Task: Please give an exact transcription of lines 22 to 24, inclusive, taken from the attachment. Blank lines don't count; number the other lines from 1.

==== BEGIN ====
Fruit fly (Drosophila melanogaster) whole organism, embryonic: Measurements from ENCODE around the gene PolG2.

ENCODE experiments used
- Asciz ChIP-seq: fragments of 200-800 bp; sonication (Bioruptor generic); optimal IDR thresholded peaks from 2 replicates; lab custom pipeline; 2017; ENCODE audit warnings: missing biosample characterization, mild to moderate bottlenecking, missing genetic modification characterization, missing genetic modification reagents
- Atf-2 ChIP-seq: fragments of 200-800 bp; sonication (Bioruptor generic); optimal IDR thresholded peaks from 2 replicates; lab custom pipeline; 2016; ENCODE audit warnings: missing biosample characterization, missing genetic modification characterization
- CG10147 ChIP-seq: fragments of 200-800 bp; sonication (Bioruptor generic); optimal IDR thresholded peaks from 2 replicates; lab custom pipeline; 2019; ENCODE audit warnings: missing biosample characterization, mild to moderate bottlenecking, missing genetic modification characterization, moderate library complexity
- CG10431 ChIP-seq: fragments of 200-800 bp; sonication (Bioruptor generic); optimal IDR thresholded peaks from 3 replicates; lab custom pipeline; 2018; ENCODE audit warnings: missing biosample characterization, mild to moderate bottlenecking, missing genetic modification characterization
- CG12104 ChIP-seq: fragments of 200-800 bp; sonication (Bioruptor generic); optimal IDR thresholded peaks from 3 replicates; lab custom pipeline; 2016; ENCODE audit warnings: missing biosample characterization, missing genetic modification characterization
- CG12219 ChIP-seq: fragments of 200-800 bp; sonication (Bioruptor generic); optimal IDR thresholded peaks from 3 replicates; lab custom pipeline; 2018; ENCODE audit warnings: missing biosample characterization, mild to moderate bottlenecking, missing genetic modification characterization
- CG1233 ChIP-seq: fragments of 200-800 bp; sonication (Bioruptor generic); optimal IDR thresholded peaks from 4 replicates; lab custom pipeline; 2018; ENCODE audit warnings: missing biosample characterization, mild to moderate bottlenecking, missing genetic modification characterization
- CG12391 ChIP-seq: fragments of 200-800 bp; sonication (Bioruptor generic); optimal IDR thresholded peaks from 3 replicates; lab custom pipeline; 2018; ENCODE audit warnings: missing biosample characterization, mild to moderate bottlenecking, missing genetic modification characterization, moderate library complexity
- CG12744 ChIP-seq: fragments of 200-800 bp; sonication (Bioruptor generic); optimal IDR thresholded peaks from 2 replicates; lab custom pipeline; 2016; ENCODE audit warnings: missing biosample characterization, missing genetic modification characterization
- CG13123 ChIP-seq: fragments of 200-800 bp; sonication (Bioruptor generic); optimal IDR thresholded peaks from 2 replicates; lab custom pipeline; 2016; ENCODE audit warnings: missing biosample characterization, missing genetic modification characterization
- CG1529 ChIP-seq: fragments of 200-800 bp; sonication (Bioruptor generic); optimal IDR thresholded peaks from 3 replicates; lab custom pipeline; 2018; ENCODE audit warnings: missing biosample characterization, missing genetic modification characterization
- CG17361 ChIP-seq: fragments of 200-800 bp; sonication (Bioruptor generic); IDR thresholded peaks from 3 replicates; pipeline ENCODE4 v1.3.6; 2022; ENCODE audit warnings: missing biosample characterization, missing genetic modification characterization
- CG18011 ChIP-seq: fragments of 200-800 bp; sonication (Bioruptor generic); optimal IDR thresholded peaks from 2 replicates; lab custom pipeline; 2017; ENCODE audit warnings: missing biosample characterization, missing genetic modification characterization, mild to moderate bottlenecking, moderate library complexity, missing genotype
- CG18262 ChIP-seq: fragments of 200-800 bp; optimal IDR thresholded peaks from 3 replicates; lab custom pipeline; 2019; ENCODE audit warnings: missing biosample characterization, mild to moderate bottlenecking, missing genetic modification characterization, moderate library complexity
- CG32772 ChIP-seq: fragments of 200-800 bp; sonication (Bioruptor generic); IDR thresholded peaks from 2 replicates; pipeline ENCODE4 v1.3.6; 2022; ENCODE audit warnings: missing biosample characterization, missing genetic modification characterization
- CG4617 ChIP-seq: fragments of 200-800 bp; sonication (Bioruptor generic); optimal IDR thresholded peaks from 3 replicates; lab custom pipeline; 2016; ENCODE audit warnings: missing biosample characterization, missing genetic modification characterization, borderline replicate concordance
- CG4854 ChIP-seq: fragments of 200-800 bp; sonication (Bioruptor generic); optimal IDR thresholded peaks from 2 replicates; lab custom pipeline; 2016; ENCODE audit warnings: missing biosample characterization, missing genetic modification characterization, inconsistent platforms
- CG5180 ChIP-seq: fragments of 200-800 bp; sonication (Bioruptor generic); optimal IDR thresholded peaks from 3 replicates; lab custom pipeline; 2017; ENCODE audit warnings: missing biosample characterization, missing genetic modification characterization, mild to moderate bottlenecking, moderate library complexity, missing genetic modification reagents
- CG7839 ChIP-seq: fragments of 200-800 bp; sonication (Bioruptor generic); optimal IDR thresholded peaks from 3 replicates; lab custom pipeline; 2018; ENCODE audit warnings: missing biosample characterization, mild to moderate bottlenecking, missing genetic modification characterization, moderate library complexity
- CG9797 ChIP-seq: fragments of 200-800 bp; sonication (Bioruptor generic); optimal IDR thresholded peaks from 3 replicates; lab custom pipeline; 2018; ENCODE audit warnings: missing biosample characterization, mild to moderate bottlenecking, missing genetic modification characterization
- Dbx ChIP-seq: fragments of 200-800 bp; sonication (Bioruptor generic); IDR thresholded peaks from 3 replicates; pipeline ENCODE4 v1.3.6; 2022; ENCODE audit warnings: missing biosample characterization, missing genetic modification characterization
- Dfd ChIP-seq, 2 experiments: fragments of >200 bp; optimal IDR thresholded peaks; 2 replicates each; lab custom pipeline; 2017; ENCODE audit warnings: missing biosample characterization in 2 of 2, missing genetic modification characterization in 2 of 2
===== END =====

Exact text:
- CG9797 ChIP-seq: fragments of 200-800 bp; sonication (Bioruptor generic); optimal IDR thresholded peaks from 3 replicates; lab custom pipeline; 2018; ENCODE audit warnings: missing biosample characterization, mild to moderate bottlenecking, missing genetic modification characterization
- Dbx ChIP-seq: fragments of 200-800 bp; sonication (Bioruptor generic); IDR thresholded peaks from 3 replicates; pipeline ENCODE4 v1.3.6; 2022; ENCODE audit warnings: missing biosample characterization, missing genetic modification characterization
- Dfd ChIP-seq, 2 experiments: fragments of >200 bp; optimal IDR thresholded peaks; 2 replicates each; lab custom pipeline; 2017; ENCODE audit warnings: missing biosample characterization in 2 of 2, missing genetic modification characterization in 2 of 2